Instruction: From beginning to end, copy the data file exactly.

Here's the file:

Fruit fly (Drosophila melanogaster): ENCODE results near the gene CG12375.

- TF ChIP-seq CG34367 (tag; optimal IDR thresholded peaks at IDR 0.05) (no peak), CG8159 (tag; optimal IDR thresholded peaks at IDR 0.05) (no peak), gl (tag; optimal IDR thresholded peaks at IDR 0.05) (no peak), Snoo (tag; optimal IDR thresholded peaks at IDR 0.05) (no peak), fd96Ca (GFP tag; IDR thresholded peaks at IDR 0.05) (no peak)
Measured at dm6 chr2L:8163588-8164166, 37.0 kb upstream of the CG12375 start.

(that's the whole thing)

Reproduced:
Fruit fly (Drosophila melanogaster): ENCODE results near the gene CG12375.

- TF ChIP-seq CG34367 (tag; optimal IDR thresholded peaks at IDR 0.05) (no peak), CG8159 (tag; optimal IDR thresholded peaks at IDR 0.05) (no peak), gl (tag; optimal IDR thresholded peaks at IDR 0.05) (no peak), Snoo (tag; optimal IDR thresholded peaks at IDR 0.05) (no peak), fd96Ca (GFP tag; IDR thresholded peaks at IDR 0.05) (no peak)
Measured at dm6 chr2L:8163588-8164166, 37.0 kb upstream of the CG12375 start.